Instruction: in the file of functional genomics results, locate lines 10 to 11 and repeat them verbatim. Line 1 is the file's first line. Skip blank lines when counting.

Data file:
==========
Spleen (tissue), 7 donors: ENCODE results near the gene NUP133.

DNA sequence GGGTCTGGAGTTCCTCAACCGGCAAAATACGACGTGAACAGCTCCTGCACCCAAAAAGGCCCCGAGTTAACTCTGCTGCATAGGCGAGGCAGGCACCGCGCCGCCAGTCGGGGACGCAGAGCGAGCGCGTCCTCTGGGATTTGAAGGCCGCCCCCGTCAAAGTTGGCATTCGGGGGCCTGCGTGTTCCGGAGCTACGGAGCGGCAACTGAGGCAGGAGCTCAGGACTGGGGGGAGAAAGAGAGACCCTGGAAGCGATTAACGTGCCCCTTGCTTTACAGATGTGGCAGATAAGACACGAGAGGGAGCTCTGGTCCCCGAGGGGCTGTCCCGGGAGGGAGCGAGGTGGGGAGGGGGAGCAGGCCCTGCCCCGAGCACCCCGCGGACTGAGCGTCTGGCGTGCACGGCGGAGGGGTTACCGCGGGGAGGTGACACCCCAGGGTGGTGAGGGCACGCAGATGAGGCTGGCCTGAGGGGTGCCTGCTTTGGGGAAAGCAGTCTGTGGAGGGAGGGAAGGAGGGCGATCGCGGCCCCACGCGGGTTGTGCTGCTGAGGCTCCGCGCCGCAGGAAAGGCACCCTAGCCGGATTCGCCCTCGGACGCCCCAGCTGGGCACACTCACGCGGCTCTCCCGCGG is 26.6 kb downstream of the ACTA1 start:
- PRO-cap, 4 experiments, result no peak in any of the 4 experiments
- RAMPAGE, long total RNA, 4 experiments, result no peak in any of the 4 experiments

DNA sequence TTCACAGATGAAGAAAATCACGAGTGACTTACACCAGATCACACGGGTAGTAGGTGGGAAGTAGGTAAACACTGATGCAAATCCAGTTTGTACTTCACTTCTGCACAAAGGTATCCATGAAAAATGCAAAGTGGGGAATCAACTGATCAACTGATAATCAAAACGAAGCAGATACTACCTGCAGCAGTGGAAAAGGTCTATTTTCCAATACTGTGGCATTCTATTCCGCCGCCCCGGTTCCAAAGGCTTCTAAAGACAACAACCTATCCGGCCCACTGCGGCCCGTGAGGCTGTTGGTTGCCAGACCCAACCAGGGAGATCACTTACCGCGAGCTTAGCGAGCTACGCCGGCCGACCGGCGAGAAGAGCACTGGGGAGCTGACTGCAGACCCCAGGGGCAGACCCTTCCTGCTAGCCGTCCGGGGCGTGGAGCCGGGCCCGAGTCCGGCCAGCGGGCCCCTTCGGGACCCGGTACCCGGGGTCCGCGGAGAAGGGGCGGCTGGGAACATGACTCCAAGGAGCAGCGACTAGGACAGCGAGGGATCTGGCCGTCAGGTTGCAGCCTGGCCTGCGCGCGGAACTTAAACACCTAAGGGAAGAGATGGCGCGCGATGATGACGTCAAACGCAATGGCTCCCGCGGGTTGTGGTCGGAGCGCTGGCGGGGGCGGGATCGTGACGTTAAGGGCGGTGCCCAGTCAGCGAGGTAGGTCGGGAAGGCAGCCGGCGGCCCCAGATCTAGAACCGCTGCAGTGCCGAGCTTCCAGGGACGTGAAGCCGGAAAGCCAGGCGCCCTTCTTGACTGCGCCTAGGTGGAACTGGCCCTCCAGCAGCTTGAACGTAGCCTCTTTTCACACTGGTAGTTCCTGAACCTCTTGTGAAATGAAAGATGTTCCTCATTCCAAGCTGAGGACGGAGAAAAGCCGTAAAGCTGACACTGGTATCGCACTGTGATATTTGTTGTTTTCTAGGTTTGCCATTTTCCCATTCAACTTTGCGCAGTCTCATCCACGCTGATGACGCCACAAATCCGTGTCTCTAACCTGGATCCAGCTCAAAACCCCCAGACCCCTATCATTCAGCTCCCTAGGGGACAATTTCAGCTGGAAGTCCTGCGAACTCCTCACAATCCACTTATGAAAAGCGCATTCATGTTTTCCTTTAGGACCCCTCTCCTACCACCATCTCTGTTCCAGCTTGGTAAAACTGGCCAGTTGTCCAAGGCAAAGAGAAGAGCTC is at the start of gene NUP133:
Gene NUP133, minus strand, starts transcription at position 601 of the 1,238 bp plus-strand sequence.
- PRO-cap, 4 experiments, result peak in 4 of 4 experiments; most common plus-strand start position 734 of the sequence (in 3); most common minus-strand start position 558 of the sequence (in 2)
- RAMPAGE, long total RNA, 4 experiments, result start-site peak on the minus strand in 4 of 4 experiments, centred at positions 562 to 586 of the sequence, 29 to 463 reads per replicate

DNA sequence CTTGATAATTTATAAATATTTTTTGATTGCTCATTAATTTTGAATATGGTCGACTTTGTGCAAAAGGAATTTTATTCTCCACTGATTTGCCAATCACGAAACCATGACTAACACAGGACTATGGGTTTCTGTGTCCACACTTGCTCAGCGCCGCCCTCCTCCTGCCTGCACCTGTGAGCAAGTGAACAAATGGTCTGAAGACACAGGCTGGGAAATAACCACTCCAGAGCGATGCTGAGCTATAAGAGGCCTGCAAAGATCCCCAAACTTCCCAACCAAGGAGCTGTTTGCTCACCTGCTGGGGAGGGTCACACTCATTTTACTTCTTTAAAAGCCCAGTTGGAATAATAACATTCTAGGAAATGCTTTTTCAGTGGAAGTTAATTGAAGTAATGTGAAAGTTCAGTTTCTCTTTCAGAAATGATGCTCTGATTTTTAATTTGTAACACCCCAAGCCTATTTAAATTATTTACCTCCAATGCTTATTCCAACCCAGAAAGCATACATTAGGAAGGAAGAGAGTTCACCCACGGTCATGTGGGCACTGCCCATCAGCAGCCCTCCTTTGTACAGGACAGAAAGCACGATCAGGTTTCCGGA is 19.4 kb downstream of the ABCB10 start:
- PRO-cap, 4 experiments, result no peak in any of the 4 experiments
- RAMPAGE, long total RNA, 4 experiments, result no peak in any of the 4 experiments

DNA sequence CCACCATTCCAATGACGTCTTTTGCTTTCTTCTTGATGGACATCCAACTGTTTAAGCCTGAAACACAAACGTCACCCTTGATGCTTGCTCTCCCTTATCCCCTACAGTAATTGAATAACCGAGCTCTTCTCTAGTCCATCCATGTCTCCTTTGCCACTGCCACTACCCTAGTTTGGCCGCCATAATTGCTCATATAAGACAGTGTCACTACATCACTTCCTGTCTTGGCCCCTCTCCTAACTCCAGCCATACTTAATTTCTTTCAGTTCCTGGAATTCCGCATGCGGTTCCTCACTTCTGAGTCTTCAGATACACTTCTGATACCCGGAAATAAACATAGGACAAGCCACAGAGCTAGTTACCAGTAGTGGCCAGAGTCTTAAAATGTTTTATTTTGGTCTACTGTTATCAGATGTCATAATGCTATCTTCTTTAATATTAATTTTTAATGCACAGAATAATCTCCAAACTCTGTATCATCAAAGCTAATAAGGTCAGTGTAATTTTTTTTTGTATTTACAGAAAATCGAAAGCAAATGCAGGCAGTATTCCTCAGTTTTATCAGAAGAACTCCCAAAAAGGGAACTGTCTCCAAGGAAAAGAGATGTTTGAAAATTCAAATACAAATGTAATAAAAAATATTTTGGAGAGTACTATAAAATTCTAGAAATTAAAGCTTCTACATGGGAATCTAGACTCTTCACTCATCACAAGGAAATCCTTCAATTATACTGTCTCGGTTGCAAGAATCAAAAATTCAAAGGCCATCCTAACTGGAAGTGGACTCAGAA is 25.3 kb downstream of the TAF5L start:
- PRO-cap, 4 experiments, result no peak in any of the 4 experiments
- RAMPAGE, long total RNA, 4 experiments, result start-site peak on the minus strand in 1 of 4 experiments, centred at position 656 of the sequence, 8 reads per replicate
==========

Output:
- PRO-cap, 4 experiments, result no peak in any of the 4 experiments
- RAMPAGE, long total RNA, 4 experiments, result no peak in any of the 4 experiments